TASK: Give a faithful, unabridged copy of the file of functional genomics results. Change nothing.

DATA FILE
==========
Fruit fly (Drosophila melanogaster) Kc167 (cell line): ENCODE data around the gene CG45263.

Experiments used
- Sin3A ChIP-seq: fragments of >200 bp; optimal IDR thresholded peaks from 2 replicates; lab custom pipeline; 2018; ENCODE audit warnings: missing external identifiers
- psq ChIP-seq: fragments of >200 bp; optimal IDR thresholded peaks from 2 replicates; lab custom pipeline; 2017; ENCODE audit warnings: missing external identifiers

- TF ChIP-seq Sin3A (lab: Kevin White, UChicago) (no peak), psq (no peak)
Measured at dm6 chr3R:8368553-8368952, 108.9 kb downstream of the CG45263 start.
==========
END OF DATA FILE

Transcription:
Fruit fly (Drosophila melanogaster) Kc167 (cell line): ENCODE data around the gene CG45263.

Experiments used
- Sin3A ChIP-seq: fragments of >200 bp; optimal IDR thresholded peaks from 2 replicates; lab custom pipeline; 2018; ENCODE audit warnings: missing external identifiers
- psq ChIP-seq: fragments of >200 bp; optimal IDR thresholded peaks from 2 replicates; lab custom pipeline; 2017; ENCODE audit warnings: missing external identifiers

- TF ChIP-seq Sin3A (lab: Kevin White, UChicago) (no peak), psq (no peak)
Measured at dm6 chr3R:8368553-8368952, 108.9 kb downstream of the CG45263 start.